blastedheath:

Raoul Dufy (French, 1877-1953), Nogent-sur-Marne, 1934. Oil on canvas, 97.5 x 130.5 cm.

blastedheath:

Raoul Dufy (French, 1877-1953), Nogent-sur-Marne, 1934. Oil on canvas, 97.5 x 130.5 cm.

04/13/14
urgetocreate:

Claude Monet, Olive Tree Wood in the Moreno Garden, 1884

urgetocreate:

Claude Monet, Olive Tree Wood in the Moreno Garden, 1884

04/13/14
blastedheath:

Raoul Dufy (French, 1877-1953), Le Quintette, c.1948. Oil on canvas, 33 x 41 cm.

blastedheath:

Raoul Dufy (French, 1877-1953), Le Quintette, c.1948. Oil on canvas, 33 x 41 cm.

04/13/14
blastedheath:

André Lhote (French, 1885-1962), Le Port de Bordeaux, c.1917. Oil on paper laid down on canvas, 51.5 x 74 cm.

blastedheath:

André Lhote (French, 1885-1962), Le Port de Bordeaux, c.1917. Oil on paper laid down on canvas, 51.5 x 74 cm.

04/13/14
communicants:

Rebels of the Neon God (Tsai Ming-liang, 1992)

communicants:

Rebels of the Neon God (Tsai Ming-liang, 1992)

04/13/14
"In 1953 Samuel Beckett’s Waiting for Godot premiered at a tiny avant-garde theatre in Paris; within five years, it had been translated into more than twenty languages and seen by more than a million spectators. Its startling popularity marked the emergence of a new type of theatre whose proponents – Beckett, Adamov, Ionesco, Genet, Pinter, and others – shattered dramatic conventions and paid scant attention to psychological realism, while highlighting their characters’ inability to understand one another. In 1961, Martin Esslin gave a name to the phenomenon in his ground-breaking study of these playwrights who dramatized the absurdity at the core of the human condition.
Over five decades after its initial publication, Esslin’s landmark book has lost none of its freshness. Authoritative, engaging, and eminently readable, The Theatre of the Absurd is nothing short of a classic: vital reading for anyone with an interest in the theatre.” [via]
First published by Anchor Books, 1961 Second edition first published by Pelican Books, 1968 Third edition first published by Pelican Books, 1980
Review (Lionel Abel, Partisan Review, Summer 1962, pp 454-459)
Publisher
Esslin’s article preceding the book (The Tulane Drama Review 4:4, May 1960)View online (1972 Pelican Books reprint of the second edition [1968], 463 pp, at Archive.org)Download (1991 Penguin Books reprint of the third edition [1980], 480 pp, 58 MB, no OCR), Alt link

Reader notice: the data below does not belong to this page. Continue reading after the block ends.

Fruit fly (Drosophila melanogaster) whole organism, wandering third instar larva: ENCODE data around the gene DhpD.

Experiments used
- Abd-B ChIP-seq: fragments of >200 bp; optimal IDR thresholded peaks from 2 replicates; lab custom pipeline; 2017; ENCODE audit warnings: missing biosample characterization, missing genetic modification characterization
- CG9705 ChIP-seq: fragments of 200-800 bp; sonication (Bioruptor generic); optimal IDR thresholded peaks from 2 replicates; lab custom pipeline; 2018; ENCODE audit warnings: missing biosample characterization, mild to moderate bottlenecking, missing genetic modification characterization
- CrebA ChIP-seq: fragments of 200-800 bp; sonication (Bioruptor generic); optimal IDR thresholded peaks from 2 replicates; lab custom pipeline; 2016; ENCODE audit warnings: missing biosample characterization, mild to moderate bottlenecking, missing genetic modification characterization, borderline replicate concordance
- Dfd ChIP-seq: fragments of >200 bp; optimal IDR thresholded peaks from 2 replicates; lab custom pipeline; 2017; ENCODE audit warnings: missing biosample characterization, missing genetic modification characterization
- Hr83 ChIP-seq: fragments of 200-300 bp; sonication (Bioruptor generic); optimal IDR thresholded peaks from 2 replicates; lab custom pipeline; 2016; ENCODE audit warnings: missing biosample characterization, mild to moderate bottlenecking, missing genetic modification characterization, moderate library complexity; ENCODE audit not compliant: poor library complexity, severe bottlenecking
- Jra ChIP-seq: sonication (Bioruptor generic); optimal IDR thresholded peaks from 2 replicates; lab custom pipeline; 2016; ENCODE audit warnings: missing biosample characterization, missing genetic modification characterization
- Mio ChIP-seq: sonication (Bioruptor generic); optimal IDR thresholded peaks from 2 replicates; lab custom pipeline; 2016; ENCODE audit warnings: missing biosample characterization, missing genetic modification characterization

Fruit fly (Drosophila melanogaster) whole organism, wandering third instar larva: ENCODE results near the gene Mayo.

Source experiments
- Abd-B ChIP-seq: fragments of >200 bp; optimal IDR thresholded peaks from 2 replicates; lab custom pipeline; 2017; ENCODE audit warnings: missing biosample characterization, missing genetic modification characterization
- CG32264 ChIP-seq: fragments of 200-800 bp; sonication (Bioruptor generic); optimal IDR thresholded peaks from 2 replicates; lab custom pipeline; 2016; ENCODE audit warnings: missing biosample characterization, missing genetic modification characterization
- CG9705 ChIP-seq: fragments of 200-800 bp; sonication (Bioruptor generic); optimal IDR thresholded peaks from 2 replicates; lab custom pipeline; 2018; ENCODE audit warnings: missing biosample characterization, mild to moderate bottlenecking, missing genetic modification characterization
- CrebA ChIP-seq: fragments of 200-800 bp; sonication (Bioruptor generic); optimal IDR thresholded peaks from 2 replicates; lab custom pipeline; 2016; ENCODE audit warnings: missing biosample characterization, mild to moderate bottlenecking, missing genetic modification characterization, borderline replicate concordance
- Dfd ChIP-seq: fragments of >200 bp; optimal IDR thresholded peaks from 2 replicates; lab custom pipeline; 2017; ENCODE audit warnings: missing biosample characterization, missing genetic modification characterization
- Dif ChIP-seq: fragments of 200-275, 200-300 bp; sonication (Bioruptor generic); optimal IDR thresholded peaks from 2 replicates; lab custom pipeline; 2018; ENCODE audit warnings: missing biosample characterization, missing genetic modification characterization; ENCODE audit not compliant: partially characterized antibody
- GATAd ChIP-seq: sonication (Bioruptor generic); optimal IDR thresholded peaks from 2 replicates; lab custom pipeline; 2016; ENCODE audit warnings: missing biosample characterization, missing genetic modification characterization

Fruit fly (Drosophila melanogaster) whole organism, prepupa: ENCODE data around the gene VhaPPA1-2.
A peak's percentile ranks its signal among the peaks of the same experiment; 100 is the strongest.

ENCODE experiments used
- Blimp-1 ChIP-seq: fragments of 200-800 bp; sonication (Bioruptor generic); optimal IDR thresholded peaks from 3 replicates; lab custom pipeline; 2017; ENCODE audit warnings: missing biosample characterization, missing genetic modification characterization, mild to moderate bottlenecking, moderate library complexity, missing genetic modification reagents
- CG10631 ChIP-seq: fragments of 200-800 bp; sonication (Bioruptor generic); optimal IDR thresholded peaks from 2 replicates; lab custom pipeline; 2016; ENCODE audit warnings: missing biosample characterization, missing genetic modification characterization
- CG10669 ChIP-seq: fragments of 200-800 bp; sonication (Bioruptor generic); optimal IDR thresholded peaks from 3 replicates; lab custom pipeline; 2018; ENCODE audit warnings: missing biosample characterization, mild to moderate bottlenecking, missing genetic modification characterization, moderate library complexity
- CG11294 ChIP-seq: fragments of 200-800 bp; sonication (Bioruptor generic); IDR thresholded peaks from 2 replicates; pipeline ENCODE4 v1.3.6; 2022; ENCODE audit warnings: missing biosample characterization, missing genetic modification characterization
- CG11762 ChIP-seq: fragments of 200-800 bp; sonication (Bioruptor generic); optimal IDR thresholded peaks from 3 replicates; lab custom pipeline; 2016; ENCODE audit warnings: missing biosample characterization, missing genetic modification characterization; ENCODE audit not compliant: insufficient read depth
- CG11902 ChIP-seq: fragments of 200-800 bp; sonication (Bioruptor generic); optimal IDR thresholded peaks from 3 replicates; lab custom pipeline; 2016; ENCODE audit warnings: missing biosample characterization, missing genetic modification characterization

"In 1953 Samuel Beckett’s Waiting for Godot premiered at a tiny avant-garde theatre in Paris; within five years, it had been translated into more than twenty languages and seen by more than a million spectators. Its startling popularity marked the emergence of a new type of theatre whose proponents – Beckett, Adamov, Ionesco, Genet, Pinter, and others – shattered dramatic conventions and paid scant attention to psychological realism, while highlighting their characters’ inability to understand one another. In 1961, Martin Esslin gave a name to the phenomenon in his ground-breaking study of these playwrights who dramatized the absurdity at the core of the human condition.

Over five decades after its initial publication, Esslin’s landmark book has lost none of its freshness. Authoritative, engaging, and eminently readable, The Theatre of the Absurd is nothing short of a classic: vital reading for anyone with an interest in the theatre.” [via]

First published by Anchor Books, 1961
Second edition first published by Pelican Books, 1968
Third edition first published by Pelican Books, 1980

Review (Lionel Abel, Partisan Review, Summer 1962, pp 454-459)

Publisher

Esslin’s article preceding the book (The Tulane Drama Review 4:4, May 1960)
View online (1972 Pelican Books reprint of the second edition [1968], 463 pp, at Archive.org)
Download (1991 Penguin Books reprint of the third edition [1980], 480 pp, 58 MB, no OCR), Alt link

04/13/14
"Two issues of a “Bay Area Dada” magazine from the mid-1970s.
The first one is a collection of short poems by over 40 authors including Anna Banana, Ken Friedman, and Genesis P. Orridge.
The latter issue features pen and ink drawings by Opal L. Nations divided into four sections entitled “On the Study of Genetics”, “On Physical Culture”, “On the Art of Surgery” and “Some General Observations”. [via]
Edited by Carlo Giovanni Cicatelli (aka Charles Chickadel) Associate Editor: Carol Ann See Publisher Trinity Press, San Francisco via Matt Wellins
Commentary (John Held Jr.)
Volume III, Number 10 (Summer 1975, 49 pp)Volume III, Number 12 (Winter 1975-76, 44 pp)

"Two issues of a “Bay Area Dada” magazine from the mid-1970s.

The first one is a collection of short poems by over 40 authors including Anna Banana, Ken Friedman, and Genesis P. Orridge.

The latter issue features pen and ink drawings by Opal L. Nations divided into four sections entitled “On the Study of Genetics”, “On Physical Culture”, “On the Art of Surgery” and “Some General Observations”. [via]

Edited by Carlo Giovanni Cicatelli (aka Charles Chickadel)
Associate Editor: Carol Ann See
Publisher Trinity Press, San Francisco
via Matt Wellins

Commentary (John Held Jr.)

Volume III, Number 10 (Summer 1975, 49 pp)
Volume III, Number 12 (Winter 1975-76, 44 pp)

04/13/14
blastedheath:

Raoul Dufy (French, 1877-1953), Le Pin [The pine], 1927. Oil on canvas, 73 x 92 cm.

blastedheath:

Raoul Dufy (French, 1877-1953), Le Pin [The pine], 1927. Oil on canvas, 73 x 92 cm.

(via ryannordkitchen)

04/13/14
blastedheath:

Miquel Barceló (Spanish, b. 1957), Cuina Mallorquina, 1985. Mixed media on canvas, 200 x 300 cm.

blastedheath:

Miquel Barceló (Spanish, b. 1957), Cuina Mallorquina, 1985. Mixed media on canvas, 200 x 300 cm.

04/13/14
blastedheath:

Pavlos Rodokanakis (Greek, 1891-1958), The Fountain. Oil on board, 28 x 29.5 cm.

blastedheath:

Pavlos Rodokanakis (Greek, 1891-1958), The Fountain. Oil on board, 28 x 29.5 cm.

04/13/14